Have you ever watched the movies you loved as a kid and realized they aren’t as good as you thought they were? The acting isn’t up to par, the storyline is a little more predictable than you remember, and the graphics aren’t remotely believable.
But, you definitely still love them anyway.
Reactions like these come from a sense of nostalgia for your beloved childhood memories.
Nostalgia wasn't always such a rosy feeling.
In fact, it was once a diagnosable disease. French doctor Jourdan Le Cointe thought nostalgia should be treated by "inciting pain and terror".
However, it has made a complete turnaround among Psychologists. It has gone from symptomatic disorder, to commonly felt, even happy, emotion. Nostalgia does have its painful side — it’s a bittersweet emotion — but the net effect is to make life seem more meaningful and death less frightening...Nostalgia has been shown to counteract loneliness, boredom and anxiety. It makes people more generous to strangers and more tolerant of outsiders.
Although the thought of nostalgia as a disease may seem way off, I think we can all agree that allowing yourself to fall into an endless cycle of nostalgia is a form of self-deception. It leads you to believe that everything was right in the world and hinders the furthering of your adulthood. it invariably involves distortion and idealization of the past, not least because the bad or boring bits fade from memory more quickly than the peak experiences.
Hundreds of years later, nostalgia is no longer a disease, but a positive emotion.
So imagine this, you are watching Cinderella, and you realize a number of things: she has a fairy godmother and a team of animals who help her make a dress for a ball at which she dances with a prince who immediately falls in love with her. This all seems so far-fetched now, doesn’t it?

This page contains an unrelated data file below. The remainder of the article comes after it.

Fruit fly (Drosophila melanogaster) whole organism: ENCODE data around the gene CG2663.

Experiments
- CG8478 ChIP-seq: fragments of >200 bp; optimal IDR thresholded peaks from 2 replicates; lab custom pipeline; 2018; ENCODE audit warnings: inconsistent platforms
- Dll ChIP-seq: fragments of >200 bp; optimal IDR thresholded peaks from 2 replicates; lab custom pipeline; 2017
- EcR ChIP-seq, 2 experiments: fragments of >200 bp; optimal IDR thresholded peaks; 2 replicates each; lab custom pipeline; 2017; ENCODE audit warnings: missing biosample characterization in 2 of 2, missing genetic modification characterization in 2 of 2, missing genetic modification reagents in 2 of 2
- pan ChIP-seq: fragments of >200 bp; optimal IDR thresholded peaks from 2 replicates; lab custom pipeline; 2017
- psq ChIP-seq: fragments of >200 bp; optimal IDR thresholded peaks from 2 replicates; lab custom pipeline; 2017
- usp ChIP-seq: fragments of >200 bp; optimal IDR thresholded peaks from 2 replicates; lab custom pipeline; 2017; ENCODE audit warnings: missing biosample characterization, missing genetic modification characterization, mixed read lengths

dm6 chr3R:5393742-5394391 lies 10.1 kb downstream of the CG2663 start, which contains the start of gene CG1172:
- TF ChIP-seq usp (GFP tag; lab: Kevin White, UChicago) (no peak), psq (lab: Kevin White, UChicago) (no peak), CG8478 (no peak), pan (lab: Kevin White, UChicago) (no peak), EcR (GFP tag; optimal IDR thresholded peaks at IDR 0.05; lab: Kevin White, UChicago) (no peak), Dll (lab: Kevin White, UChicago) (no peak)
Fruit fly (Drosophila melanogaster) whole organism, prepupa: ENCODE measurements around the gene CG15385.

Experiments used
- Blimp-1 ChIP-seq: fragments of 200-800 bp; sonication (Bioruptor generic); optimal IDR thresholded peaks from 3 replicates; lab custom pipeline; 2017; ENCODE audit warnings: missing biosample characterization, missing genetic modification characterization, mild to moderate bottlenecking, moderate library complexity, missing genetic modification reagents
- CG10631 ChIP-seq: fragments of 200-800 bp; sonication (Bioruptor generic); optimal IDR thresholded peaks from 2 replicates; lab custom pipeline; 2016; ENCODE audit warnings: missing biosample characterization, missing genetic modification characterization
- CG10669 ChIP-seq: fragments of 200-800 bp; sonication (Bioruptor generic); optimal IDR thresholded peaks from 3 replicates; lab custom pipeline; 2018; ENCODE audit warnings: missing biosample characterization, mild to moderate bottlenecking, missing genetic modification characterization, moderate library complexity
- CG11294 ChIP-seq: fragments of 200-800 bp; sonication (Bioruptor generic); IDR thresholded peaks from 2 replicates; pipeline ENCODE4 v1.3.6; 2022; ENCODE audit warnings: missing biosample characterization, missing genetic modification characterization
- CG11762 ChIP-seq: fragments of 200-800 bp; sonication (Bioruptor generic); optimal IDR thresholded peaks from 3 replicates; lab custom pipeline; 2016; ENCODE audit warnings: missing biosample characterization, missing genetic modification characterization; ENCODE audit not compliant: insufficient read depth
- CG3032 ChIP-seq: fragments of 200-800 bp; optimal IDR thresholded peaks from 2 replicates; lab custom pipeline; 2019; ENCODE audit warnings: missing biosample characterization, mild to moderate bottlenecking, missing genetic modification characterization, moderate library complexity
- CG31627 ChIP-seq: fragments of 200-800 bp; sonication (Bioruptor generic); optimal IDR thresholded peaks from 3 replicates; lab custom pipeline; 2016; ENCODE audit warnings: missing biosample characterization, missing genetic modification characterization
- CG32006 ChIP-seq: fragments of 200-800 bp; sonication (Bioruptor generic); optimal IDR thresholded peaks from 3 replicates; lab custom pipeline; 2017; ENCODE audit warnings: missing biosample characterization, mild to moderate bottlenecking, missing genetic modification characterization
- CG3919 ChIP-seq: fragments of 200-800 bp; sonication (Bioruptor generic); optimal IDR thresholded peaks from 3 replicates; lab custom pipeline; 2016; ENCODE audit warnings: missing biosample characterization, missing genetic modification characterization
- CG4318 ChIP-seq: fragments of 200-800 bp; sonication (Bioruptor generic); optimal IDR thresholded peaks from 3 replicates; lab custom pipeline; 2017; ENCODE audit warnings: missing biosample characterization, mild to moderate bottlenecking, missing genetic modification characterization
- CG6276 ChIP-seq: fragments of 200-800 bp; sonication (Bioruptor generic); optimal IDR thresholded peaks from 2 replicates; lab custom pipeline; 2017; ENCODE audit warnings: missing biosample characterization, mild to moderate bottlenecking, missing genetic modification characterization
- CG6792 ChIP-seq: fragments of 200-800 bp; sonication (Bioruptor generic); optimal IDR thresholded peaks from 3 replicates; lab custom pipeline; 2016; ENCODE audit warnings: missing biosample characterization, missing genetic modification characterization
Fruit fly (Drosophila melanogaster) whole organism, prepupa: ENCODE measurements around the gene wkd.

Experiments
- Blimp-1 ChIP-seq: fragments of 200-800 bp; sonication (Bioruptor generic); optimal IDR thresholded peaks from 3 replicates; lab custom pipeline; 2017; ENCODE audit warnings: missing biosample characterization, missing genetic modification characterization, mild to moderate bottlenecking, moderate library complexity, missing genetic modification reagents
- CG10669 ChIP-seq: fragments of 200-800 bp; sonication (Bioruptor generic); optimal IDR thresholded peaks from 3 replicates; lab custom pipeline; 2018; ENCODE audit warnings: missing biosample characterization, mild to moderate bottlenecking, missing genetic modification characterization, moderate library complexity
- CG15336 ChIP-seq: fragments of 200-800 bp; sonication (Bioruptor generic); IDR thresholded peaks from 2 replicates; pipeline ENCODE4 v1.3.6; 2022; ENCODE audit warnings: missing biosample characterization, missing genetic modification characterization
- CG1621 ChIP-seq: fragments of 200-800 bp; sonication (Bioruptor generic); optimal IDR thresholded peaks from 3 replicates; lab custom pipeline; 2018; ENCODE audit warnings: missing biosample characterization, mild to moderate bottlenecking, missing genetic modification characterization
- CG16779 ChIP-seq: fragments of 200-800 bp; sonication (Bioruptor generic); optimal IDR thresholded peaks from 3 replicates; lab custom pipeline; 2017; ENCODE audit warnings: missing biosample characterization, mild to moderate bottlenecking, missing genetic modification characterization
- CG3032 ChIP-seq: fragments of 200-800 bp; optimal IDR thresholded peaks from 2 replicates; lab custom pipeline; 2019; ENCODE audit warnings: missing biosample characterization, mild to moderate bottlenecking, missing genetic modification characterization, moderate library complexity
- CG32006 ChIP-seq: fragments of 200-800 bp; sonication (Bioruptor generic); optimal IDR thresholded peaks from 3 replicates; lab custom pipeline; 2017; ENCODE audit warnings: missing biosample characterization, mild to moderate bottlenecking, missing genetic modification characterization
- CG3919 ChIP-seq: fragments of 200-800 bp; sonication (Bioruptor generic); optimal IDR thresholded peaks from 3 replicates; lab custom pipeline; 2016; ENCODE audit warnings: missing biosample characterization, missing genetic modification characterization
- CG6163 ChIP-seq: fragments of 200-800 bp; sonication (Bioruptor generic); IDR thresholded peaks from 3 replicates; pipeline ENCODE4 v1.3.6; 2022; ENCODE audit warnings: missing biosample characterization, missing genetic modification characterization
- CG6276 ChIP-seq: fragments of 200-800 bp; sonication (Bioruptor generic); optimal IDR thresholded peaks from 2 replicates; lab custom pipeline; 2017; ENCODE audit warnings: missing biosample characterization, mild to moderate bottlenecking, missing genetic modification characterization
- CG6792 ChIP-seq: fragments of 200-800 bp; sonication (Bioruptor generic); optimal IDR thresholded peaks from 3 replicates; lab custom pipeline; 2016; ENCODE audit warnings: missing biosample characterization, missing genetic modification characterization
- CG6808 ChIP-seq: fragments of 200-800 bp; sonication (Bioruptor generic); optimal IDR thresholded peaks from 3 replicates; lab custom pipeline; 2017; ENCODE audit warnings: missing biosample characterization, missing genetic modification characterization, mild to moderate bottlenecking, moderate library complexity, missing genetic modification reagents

Regardless, we still love these childhood movies just the same. This is because of that feeling of nostalgia for the innocence and blind happiness we had in our youth and the events we have chosen to prioritize in our memories--the happy ones.
Like watching the movie through rose-colored glasses, you are able to see the ridiculousness of what is really going on, but you give it more credit than it’s due because it reminds you of your happy childhood. We allow ourselves to reminisce on what was once good because we remember it more clearly.
When you dwell on the memories of your past, you remember a simpler time without heartache or stress or responsibilities, this phenomenon is called the reminiscence bump.
The reminiscence bump helps you recall your sharpest memories, those experienced between the ages of 15 and 30.
Nostalgia doesn’t inspire anger, but a sense of calm washes over you and you feel nothing but the happiness felt in that time.
This happiness isn't limited to a time that you have experienced either, it spans all the way back to a time when life was simpler for everyone, like the 1950s or 60s. We copy the trends and watch the shows based in that time because it helps us forget out day to day troubles.
We definitely didn’t all have perfect childhoods, I know I sure didn’t. A perfect childhood almost doesn’t exist anymore--- two parents happily married, white picket fence, a big scruffy dog, and perfectly sweet siblings. That doesn’t mean we don’t remember our childhood fondly. In fact, because of nostalgia, most people do prioritize their happy memories because these are the easiest memories to return to.
Personally, I loved Cinderella. It was the first DVD I remember owning and it played on loop in the back of my mom’s white Chevy Blazer. When I was 7, my mom made my sister and I (12 years apart in age) matching Cinderella dresses for Halloween, which I wore every day for a year.
But when I watch it now, I have an enlightened response to the movie. A sort-of, “well this is cute” reaction rather than imagining how my life would be if I were Cinderella.
This feeling of nostalgia is something that has followed us through our lives and pops up at various points into adulthood, but it has come a long way from diagnosable disease. It shows us what really matters in life by creating a sense of longing for it when it is gone.
Most of all, nostalgia makes us feel good! That is why there are so many remakes of old movies and TV shows, as well as movie adaptations of popular books. They might not be as good as the original, but they remind us of a simpler time in our lives-- and who doesn’t want that!?!
If you want to spark some nostalgic feels here's how for every age group:
20s: Lilo and Stitch
30s: A Walk To Remember
40s: Pretty Woman
50s: The Breakfast Club